backcountry skiing with the foothill freak

The Freaks'
Mostly Accurate
Ski Glossary

Snow Conditions

Boiler Plate
Adjective. Mostly, but not completely supportable.
Breakable Crust
Noun. Snow with a crusty surface that has a less than 50% chance of supporting you in a turn.
Bullet Proof
Adjective. Solid. Supportable. Also used to describe men's windbreaker briefs.
Cauliflower
Noun. Chunk of man made snow. A supersized, bullet proof Death Cookie.
Champaign Powder
Noun. Low water content snow.
Character Building
Adjective. Desperate and miserable conditions. Generally used in failed attempts to boost morale.
Collapsing
Adjective. Snow that shifts underfoot indicating a weak layer in the snow pack. Also known as whoomping.
Crud
Noun. Tracked powder in various of states of decline.
Death Cookie
Noun. chunk of snow that you think you can plow through, but turns out to be solidly lodged in place. Any form of icy shrapnel that appears out of nowhere.
Dust on Crust
Noun. A new soft snow layer over icy slopes that is thin or low density enough that rider still senses the crusty surface.
Face Shot
Adjective. Phrase used by others to describe the snow conditions when you weren't there.
Firn
Noun.
Graupel
Noun. Type of snow flake that falls in the shape of a solid ball. Often seen at the beginning or turbulent moments of a snow storm.
Groomer
Noun. Snow that has been Freshly rolled over and groomed by a snow cat.
Hero Snow
Noun. A snowpack that allows for suprisingly fluid and easy skiing due to it's "right side up" consistency.
Loud Powder
Noun. Ice.
Magazine Crust
Noun. Zipper crust that is so thick that strapping magazines to your shins is recommended to assist with pain management and breaking the ice.
[ORIGIN: Utah Avalanche Forecaster Bruce Tremper]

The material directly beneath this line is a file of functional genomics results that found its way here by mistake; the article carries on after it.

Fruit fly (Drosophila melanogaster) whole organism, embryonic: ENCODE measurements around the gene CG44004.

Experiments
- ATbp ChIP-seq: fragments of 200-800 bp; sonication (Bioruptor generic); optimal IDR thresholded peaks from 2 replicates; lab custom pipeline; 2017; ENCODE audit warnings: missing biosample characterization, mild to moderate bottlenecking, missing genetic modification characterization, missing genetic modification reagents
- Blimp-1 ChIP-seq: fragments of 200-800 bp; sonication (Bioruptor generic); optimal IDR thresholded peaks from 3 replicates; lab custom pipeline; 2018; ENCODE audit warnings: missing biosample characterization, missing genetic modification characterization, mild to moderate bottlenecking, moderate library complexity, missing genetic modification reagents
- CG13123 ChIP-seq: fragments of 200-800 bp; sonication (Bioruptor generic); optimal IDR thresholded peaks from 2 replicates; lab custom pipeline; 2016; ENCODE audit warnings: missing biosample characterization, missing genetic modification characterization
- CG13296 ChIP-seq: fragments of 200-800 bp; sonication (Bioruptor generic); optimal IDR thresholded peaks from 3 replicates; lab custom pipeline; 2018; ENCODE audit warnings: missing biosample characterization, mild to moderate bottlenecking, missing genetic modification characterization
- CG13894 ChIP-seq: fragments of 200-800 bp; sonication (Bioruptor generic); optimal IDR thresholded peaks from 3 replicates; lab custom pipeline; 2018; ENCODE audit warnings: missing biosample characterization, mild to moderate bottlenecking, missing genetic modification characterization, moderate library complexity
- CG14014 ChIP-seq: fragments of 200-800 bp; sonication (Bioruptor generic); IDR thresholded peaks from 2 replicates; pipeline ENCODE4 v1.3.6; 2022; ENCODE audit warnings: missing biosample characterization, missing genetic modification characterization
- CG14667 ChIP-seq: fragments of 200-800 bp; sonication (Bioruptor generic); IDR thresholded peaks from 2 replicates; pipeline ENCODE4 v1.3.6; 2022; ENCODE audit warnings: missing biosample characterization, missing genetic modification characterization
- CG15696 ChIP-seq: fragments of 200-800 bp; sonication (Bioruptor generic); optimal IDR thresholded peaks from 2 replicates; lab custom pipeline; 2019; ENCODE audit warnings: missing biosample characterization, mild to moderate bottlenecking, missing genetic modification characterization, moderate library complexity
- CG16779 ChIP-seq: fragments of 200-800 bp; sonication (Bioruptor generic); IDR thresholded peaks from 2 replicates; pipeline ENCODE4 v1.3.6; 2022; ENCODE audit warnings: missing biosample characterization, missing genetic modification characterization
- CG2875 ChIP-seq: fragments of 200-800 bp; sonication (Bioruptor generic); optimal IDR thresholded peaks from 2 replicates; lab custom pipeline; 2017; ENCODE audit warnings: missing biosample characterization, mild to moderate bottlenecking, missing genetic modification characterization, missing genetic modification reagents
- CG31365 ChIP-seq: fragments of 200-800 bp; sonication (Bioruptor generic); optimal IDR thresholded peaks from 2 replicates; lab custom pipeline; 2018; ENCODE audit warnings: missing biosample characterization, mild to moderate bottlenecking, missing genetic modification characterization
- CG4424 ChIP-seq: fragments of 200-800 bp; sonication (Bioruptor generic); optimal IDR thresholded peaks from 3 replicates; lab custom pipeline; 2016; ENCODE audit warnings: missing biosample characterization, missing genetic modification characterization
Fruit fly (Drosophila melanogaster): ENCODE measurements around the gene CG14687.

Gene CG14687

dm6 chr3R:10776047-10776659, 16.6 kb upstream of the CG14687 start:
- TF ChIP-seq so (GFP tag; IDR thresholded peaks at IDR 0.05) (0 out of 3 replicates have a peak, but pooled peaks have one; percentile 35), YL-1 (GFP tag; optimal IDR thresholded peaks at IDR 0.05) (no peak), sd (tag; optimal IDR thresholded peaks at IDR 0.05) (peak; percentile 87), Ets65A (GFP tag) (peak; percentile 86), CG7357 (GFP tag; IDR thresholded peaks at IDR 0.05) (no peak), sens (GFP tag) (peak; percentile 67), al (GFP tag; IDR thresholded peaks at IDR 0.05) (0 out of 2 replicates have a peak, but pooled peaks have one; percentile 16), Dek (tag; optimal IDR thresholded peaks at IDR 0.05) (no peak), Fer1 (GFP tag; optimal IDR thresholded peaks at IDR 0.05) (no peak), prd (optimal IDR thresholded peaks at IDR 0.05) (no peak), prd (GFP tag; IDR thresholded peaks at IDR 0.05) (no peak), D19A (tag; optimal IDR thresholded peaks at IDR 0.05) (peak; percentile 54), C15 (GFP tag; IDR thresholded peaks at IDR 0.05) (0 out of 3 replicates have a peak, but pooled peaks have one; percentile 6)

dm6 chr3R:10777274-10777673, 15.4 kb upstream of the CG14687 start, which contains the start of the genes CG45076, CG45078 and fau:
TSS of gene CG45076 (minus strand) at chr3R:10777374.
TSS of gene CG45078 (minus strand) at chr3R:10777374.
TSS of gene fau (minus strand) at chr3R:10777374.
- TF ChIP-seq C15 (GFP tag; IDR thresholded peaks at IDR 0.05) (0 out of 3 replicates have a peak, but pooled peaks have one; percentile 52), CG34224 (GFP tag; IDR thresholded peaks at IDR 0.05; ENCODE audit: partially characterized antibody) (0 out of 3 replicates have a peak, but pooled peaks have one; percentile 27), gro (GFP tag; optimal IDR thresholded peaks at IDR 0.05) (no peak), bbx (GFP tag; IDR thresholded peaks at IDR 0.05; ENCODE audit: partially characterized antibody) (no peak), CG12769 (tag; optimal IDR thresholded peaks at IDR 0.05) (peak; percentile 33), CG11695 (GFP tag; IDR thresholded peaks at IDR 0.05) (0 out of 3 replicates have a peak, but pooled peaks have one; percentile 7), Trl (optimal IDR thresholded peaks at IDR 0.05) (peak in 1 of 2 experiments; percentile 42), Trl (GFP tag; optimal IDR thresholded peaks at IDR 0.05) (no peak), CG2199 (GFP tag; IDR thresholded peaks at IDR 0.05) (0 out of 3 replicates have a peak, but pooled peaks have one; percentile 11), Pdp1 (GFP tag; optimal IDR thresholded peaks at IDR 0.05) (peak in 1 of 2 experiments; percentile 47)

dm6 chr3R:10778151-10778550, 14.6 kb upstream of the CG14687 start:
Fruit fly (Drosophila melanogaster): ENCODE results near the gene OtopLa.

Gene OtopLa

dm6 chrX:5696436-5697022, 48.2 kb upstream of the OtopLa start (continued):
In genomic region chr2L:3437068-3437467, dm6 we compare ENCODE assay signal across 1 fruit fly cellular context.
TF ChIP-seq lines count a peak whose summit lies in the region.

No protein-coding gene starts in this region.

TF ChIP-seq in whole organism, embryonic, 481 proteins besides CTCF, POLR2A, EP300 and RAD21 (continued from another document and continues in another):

Mashed Potatoes
Noun. Highly technical jargon meaning mushy.
Névé
Noun.
Packed Powder
Noun. Term used solely by ski area marketers which indicates anything from definitely not powder to absolutely not powder.
Powder
Noun. AKA pow. You wouldn't want to know.
Rain
Crust. Noun. Crusty layer of ice that appears on the surface of the snow after a rain followed by freezing temperatures. May be, or may not be supportable.
Right Side Up
Noun. Snow that bonds well, creating safe conditions as well as excellent riding conditions. A study of the layers would indicate lighter density snow and cooler temperatures near the surface of the snow pack.
Rime
Noun. Supercooled water drop that freezes to an object, creating an opaque white coating.
Sierra Cement
Noun. Snow with high water density. Firm powder, not mushy like mashed potatoes. Coming from Utah, this is hard to believe.
Snorkel
Adjective. Snow so light in density that while skiing it goes airborne and creates respiration difficulty. See also face shot.
snotsicle
Noun. stalactite consisting of various porportions of frozen water droplets and mucosa.
Snow Snake
Noun. Suborder: Ophidia (or Serpentes). Order: Squamata. Family: piste montis. White, highly camoflaged limbless reptile found on piste in ski areas, know to prey on gapers, beaters, and hot doggers alike.
Sun Cups
Noun. Late spring into summertime snow phenomenon where melting caused by the sun creates a consistently pock marked and icy surface. Large sun cups are conducive to character building.
Sun Crust
Noun. Icy snow surface layer of various thicknesses created by exposure to the sun.
Supportable
Noun. When the top layer of an inverted or and/or crusty snowpack is strong enough to keep a rider from punching through to deeper, weaker layers.
Surface Hoar
Noun. recrystalized powder surface that resembles feathers from 1 to six inches in vertical length. Created when moisture freezes as it moves up and out of the snowpack. Often found by streams or in cold pockets, but after several cold, clear nights, can be found covering entire slopes.
Sastrugi
Noun. Sounds Italian but it's Russian. Sculpted ridges that form on wind eroded snow.
Unsupportable
Noun. When the top layer of an inverted or and/or crusty snowpack is not strong enough to keep a rider from punching through to deeper, weaker layers. Phenomenon conducive to creative word usage.
Upside Down
Noun. A snowpack that is stronger, more dense near the surface, and both weaker and lighter density as you go deeper. Often created from a single storm that starts cold and finishes warm.
Whoomping
Adjective. A weak, unsupportable snowpack that collapses not just underfoot, but extending out. Creates a whoomphing sound as the layers settle. verb. When the snow audiably settles.
Wind Buff
Noun. A wind affected snow surface that allows for suprisingly good riding.
Wind Slab
A wind affected snow surface that allows for suprisingly bad, and potentially dangerous riding.
Zipper Crust
When a sun, rain, humidity or temperature event creates a thin surface crust over powder. Thicknesses run from paper thin to pencil thin.